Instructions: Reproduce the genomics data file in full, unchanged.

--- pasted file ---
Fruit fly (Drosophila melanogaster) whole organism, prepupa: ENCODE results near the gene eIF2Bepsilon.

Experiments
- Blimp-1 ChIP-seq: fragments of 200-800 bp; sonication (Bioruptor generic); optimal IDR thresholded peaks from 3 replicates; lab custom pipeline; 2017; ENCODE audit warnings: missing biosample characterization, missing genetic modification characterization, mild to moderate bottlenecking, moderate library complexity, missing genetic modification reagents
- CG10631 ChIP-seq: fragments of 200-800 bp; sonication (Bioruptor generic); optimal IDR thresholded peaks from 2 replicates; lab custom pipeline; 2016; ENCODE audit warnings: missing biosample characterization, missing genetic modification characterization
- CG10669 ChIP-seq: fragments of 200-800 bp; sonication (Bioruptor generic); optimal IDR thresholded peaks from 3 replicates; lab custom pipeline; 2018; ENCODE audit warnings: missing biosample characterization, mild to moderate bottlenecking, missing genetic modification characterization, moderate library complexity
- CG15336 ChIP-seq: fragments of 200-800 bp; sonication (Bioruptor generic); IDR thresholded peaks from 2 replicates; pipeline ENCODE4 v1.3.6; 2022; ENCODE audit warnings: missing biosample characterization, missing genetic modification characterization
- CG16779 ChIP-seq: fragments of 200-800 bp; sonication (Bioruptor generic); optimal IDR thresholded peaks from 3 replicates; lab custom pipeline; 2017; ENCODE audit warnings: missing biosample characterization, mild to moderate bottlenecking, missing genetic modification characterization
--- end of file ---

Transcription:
Fruit fly (Drosophila melanogaster) whole organism, prepupa: ENCODE results near the gene eIF2Bepsilon.

Experiments
- Blimp-1 ChIP-seq: fragments of 200-800 bp; sonication (Bioruptor generic); optimal IDR thresholded peaks from 3 replicates; lab custom pipeline; 2017; ENCODE audit warnings: missing biosample characterization, missing genetic modification characterization, mild to moderate bottlenecking, moderate library complexity, missing genetic modification reagents
- CG10631 ChIP-seq: fragments of 200-800 bp; sonication (Bioruptor generic); optimal IDR thresholded peaks from 2 replicates; lab custom pipeline; 2016; ENCODE audit warnings: missing biosample characterization, missing genetic modification characterization
- CG10669 ChIP-seq: fragments of 200-800 bp; sonication (Bioruptor generic); optimal IDR thresholded peaks from 3 replicates; lab custom pipeline; 2018; ENCODE audit warnings: missing biosample characterization, mild to moderate bottlenecking, missing genetic modification characterization, moderate library complexity
- CG15336 ChIP-seq: fragments of 200-800 bp; sonication (Bioruptor generic); IDR thresholded peaks from 2 replicates; pipeline ENCODE4 v1.3.6; 2022; ENCODE audit warnings: missing biosample characterization, missing genetic modification characterization
- CG16779 ChIP-seq: fragments of 200-800 bp; sonication (Bioruptor generic); optimal IDR thresholded peaks from 3 replicates; lab custom pipeline; 2017; ENCODE audit warnings: missing biosample characterization, mild to moderate bottlenecking, missing genetic modification characterization